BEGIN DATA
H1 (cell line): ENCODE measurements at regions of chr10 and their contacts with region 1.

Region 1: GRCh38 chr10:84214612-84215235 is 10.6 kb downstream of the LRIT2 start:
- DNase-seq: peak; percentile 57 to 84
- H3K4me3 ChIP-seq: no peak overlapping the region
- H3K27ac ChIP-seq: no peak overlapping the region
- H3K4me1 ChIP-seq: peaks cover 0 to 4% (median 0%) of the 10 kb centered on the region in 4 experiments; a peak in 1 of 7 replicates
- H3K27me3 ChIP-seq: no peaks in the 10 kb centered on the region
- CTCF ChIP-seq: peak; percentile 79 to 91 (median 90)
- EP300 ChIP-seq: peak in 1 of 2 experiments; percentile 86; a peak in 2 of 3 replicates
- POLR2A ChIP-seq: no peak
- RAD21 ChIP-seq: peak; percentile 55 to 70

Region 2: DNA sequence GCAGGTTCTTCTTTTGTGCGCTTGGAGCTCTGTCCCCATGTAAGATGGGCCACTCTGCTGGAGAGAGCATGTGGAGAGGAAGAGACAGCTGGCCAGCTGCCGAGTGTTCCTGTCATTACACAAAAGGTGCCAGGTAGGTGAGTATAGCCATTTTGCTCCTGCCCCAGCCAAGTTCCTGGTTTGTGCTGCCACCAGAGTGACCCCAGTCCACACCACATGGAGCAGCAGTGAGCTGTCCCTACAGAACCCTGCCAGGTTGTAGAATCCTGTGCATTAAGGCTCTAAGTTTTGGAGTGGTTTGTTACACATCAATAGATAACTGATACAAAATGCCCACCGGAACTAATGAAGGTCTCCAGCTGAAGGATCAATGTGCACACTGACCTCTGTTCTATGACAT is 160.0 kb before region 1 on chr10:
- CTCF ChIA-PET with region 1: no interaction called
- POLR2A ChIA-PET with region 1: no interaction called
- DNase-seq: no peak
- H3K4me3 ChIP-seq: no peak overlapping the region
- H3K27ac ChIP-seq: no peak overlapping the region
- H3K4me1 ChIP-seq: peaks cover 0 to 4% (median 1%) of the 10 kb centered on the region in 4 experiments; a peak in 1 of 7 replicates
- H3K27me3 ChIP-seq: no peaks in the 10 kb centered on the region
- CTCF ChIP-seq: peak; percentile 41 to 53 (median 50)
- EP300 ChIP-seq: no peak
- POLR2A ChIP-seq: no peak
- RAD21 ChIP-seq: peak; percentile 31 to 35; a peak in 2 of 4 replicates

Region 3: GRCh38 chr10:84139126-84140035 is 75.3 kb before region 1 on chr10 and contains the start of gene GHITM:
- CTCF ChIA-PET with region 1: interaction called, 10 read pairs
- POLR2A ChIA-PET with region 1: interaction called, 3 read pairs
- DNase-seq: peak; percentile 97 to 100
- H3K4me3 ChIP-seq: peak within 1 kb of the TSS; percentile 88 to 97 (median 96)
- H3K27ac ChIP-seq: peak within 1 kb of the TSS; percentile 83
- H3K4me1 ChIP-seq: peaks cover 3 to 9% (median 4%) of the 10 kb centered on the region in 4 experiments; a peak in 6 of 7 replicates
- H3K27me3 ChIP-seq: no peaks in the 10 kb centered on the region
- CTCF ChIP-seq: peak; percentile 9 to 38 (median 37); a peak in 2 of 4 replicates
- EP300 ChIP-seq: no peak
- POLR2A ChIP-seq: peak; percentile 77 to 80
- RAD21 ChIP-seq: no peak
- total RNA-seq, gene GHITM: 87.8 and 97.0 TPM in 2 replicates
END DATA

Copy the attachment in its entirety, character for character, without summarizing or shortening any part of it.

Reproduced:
H1 (cell line): ENCODE measurements at regions of chr10 and their contacts with region 1.

Region 1: GRCh38 chr10:84214612-84215235 is 10.6 kb downstream of the LRIT2 start:
- DNase-seq: peak; percentile 57 to 84
- H3K4me3 ChIP-seq: no peak overlapping the region
- H3K27ac ChIP-seq: no peak overlapping the region
- H3K4me1 ChIP-seq: peaks cover 0 to 4% (median 0%) of the 10 kb centered on the region in 4 experiments; a peak in 1 of 7 replicates
- H3K27me3 ChIP-seq: no peaks in the 10 kb centered on the region
- CTCF ChIP-seq: peak; percentile 79 to 91 (median 90)
- EP300 ChIP-seq: peak in 1 of 2 experiments; percentile 86; a peak in 2 of 3 replicates
- POLR2A ChIP-seq: no peak
- RAD21 ChIP-seq: peak; percentile 55 to 70

Region 2: DNA sequence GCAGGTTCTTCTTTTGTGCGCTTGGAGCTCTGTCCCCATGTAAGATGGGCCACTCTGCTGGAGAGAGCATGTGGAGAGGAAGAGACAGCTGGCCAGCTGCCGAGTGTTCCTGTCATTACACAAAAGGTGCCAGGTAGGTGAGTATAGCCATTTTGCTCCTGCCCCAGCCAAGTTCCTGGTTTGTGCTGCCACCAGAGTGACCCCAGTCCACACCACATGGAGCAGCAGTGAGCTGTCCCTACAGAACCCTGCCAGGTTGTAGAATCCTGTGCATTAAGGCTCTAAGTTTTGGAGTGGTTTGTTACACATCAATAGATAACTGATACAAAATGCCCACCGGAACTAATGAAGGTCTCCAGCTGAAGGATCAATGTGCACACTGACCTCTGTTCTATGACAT is 160.0 kb before region 1 on chr10:
- CTCF ChIA-PET with region 1: no interaction called
- POLR2A ChIA-PET with region 1: no interaction called
- DNase-seq: no peak
- H3K4me3 ChIP-seq: no peak overlapping the region
- H3K27ac ChIP-seq: no peak overlapping the region
- H3K4me1 ChIP-seq: peaks cover 0 to 4% (median 1%) of the 10 kb centered on the region in 4 experiments; a peak in 1 of 7 replicates
- H3K27me3 ChIP-seq: no peaks in the 10 kb centered on the region
- CTCF ChIP-seq: peak; percentile 41 to 53 (median 50)
- EP300 ChIP-seq: no peak
- POLR2A ChIP-seq: no peak
- RAD21 ChIP-seq: peak; percentile 31 to 35; a peak in 2 of 4 replicates

Region 3: GRCh38 chr10:84139126-84140035 is 75.3 kb before region 1 on chr10 and contains the start of gene GHITM:
- CTCF ChIA-PET with region 1: interaction called, 10 read pairs
- POLR2A ChIA-PET with region 1: interaction called, 3 read pairs
- DNase-seq: peak; percentile 97 to 100
- H3K4me3 ChIP-seq: peak within 1 kb of the TSS; percentile 88 to 97 (median 96)
- H3K27ac ChIP-seq: peak within 1 kb of the TSS; percentile 83
- H3K4me1 ChIP-seq: peaks cover 3 to 9% (median 4%) of the 10 kb centered on the region in 4 experiments; a peak in 6 of 7 replicates
- H3K27me3 ChIP-seq: no peaks in the 10 kb centered on the region
- CTCF ChIP-seq: peak; percentile 9 to 38 (median 37); a peak in 2 of 4 replicates
- EP300 ChIP-seq: no peak
- POLR2A ChIP-seq: peak; percentile 77 to 80
- RAD21 ChIP-seq: no peak
- total RNA-seq, gene GHITM: 87.8 and 97.0 TPM in 2 replicates